Wednesday, March 05, 2008

in which I talk to a bank bigshot

Foreclosures up eightfold in last two years
By Sam Bhagwat
of The Valley Mirror

Home sweet home no more.

Foreclosures in Glenn County are up sharply, from four in 2005, to eight in 2006, to 31 in just the first nine months of 2007.

The problem isn’t so much that more people are getting into financial trouble, statistics show, but that more people aren’t able to dig themselves out.

Foreclosure proceedings start when banks file a notice of default against a borrower, indicating that they’re behind on their payments. From that point, the homeowner has from four to six months to negotiate with the lender before their house sold at a public auction.

Compare 2005 to the first nine months of 2007. Only about twice as many people received notices of default in 2007 — but eight times as many were foreclosed out of their houses.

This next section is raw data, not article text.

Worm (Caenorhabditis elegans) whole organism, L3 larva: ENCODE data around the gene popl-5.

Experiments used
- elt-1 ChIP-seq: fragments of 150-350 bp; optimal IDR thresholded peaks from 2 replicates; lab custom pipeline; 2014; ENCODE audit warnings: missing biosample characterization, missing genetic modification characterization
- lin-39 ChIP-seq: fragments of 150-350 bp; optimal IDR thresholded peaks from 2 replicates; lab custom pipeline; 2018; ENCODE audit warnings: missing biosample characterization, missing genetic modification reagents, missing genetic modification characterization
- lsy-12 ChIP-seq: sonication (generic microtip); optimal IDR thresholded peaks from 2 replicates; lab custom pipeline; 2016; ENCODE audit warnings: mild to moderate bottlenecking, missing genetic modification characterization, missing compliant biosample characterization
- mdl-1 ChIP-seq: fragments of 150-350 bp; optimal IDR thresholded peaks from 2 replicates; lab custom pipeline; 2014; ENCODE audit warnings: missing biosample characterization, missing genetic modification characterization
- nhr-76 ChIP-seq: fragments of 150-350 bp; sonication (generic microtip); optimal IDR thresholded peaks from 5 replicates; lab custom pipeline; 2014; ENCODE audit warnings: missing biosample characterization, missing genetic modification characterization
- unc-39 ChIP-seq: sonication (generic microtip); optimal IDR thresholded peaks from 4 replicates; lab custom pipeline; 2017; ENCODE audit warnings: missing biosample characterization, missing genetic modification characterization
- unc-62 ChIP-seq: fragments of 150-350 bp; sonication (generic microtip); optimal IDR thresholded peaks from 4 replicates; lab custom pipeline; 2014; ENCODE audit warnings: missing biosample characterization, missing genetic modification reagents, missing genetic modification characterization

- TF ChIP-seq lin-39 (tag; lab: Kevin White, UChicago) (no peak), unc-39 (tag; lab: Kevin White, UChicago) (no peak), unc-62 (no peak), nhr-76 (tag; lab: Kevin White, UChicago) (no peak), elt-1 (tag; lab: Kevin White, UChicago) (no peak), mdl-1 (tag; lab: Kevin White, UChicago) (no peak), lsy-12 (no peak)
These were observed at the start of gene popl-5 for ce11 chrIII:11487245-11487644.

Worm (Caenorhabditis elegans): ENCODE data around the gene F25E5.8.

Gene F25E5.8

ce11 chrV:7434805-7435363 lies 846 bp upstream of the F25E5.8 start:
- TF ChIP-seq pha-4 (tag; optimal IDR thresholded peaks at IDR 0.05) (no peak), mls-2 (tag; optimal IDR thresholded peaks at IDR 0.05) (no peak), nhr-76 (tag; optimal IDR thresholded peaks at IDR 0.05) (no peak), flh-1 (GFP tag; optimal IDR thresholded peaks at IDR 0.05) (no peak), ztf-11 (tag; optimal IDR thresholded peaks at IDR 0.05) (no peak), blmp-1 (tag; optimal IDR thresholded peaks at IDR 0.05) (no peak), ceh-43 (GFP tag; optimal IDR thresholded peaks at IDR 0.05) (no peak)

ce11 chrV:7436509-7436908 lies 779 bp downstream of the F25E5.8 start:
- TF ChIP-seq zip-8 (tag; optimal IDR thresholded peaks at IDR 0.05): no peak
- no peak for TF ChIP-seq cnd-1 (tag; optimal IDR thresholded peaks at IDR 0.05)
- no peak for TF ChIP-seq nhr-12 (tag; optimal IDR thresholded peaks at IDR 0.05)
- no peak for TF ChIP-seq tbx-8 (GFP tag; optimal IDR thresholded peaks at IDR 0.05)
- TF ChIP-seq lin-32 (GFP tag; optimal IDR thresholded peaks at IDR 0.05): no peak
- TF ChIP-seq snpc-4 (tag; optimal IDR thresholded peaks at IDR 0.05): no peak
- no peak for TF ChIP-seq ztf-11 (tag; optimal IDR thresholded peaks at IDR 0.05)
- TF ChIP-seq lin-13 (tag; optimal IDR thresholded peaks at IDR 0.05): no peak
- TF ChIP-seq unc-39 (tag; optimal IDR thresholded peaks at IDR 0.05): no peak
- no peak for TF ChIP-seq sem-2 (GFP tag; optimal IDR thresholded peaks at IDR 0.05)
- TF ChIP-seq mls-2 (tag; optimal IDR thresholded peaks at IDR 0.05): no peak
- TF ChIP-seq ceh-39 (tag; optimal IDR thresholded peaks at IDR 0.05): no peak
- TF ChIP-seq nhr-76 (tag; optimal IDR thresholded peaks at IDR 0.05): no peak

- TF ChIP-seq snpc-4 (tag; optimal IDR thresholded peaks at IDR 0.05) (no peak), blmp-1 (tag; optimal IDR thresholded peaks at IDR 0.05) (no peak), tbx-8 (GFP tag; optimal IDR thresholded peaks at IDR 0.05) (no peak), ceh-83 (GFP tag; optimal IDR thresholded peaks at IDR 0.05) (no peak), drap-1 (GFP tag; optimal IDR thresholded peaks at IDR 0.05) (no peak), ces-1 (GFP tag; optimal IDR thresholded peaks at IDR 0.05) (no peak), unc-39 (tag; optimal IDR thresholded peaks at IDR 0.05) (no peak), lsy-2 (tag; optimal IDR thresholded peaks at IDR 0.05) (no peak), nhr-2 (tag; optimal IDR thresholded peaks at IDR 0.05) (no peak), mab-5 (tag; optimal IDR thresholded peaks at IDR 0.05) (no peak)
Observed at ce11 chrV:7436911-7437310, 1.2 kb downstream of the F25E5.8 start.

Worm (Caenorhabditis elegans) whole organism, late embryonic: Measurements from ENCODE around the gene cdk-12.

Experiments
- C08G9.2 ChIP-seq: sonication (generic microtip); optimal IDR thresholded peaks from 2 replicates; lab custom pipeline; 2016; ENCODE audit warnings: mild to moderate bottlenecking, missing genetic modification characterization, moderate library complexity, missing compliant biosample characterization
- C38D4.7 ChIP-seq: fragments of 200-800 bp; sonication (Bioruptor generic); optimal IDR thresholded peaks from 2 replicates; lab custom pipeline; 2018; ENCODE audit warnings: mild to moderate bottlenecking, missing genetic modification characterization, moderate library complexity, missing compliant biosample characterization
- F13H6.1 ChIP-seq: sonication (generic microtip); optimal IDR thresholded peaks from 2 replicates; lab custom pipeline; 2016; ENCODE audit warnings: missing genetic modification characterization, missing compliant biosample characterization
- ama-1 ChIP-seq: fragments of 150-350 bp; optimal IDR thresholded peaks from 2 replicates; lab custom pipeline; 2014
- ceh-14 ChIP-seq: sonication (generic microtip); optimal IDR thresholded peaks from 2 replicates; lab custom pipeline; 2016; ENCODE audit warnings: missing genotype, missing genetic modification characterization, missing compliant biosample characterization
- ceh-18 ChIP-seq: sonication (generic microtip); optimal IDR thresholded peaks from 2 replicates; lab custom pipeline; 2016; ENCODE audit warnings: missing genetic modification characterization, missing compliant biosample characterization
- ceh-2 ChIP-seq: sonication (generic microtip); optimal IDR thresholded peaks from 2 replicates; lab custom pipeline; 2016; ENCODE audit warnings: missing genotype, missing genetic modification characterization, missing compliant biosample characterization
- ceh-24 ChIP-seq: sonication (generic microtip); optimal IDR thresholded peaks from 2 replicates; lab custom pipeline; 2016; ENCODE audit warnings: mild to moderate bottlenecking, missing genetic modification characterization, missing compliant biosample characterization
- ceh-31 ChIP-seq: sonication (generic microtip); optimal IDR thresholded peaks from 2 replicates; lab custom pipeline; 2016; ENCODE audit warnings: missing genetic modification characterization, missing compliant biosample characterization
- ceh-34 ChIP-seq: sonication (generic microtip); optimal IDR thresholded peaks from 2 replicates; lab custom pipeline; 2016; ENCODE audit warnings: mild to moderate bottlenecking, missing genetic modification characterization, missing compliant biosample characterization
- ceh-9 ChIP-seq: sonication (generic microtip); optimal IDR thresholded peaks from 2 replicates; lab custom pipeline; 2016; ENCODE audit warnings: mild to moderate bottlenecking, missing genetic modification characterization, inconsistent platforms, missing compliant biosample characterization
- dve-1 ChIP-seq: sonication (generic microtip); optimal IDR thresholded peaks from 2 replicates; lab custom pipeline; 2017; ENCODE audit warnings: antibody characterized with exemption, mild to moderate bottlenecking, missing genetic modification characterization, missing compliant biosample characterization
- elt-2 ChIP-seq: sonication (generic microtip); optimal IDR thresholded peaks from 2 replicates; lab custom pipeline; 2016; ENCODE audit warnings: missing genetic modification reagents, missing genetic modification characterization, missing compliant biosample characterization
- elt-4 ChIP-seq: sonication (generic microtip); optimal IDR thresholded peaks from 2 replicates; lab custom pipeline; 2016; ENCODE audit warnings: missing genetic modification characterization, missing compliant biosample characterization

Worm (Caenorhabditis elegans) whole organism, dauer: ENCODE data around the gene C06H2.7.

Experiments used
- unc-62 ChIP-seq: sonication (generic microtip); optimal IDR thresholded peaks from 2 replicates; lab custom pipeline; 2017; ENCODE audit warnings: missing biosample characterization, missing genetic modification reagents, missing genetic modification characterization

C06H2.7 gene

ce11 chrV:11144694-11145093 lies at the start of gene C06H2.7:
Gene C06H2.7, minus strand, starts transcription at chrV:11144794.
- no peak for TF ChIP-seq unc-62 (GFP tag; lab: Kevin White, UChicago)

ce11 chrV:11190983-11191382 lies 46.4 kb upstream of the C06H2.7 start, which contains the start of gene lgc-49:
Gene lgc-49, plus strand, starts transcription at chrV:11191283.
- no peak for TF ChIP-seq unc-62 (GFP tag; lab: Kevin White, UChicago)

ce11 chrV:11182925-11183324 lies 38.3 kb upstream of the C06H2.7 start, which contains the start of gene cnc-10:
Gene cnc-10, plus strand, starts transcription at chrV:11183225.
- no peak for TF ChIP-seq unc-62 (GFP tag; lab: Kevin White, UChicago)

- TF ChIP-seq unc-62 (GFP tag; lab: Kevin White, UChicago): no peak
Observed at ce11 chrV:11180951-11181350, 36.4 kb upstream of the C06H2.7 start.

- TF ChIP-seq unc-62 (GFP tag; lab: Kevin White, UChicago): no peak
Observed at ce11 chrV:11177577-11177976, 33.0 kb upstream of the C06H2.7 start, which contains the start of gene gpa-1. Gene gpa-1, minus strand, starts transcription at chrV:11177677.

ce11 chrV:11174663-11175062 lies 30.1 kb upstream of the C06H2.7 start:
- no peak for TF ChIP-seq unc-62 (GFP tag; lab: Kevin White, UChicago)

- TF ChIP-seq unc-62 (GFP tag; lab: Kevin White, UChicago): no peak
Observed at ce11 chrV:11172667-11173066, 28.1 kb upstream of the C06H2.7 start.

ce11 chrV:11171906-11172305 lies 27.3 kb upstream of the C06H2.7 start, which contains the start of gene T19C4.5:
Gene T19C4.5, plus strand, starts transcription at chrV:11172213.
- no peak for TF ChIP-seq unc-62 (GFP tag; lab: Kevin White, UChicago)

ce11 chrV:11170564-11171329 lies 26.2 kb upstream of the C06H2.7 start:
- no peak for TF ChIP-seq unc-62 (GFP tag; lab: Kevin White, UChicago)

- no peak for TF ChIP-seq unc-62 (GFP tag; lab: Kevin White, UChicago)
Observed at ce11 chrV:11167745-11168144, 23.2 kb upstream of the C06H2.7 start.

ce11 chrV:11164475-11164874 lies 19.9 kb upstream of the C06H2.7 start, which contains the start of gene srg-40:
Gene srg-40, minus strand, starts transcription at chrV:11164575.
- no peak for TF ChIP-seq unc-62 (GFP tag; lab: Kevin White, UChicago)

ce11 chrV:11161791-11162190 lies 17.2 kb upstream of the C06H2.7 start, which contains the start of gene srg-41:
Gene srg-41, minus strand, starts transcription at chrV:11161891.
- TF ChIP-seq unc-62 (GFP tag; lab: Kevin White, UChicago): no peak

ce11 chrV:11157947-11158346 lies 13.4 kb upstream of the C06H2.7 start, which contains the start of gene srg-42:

Once a homeowner starts getting behind on payments, lenders want their borrowers to have a plan to get back on track.

“We as a lender are always better off with someone in their house as opposed to owning the house,” said Rick Hagstrom, chief operating officer of Tri-Counties Bank. Houses, he says, are a “dead asset;” banks must also set aside extra reserves when sitting on them.

Thus, if a solution looks possible or probable, a lender may wait four or five months after the missed payment to file a notice of default. Mr. Hagstrom gave the example of a couple going through a divorce; a bank would await the outcome for three or four months before doing anything.

But if the buyer seems to have no hope of paying, or is stonewalling, he said, the lender will often file as soon as one month later.

Mr. Hagstrom said that recent foreclosures have been heavily concentrated in suburban areas with “explosive growth” in the last five to seven years. That’s what makes these statistics strange for sleepy Glenn County.

“You have a bit of that in Orland,” said Glenn County Title President Rick Thomas — but nowhere else.

Unfortunately, the MIRROR was unable to reach any defaulting homeowners; those listed in the phone book had defunct numbers.

But the current upswing in foreclosures is unlikely to trigger a sudden batch of bargains on the county steps. Around 95 percent of homes auctioned there will be purchased by the bank.

“Many people show up,” said Mr. Hagstrom, “but few will (outbid) the lender.”

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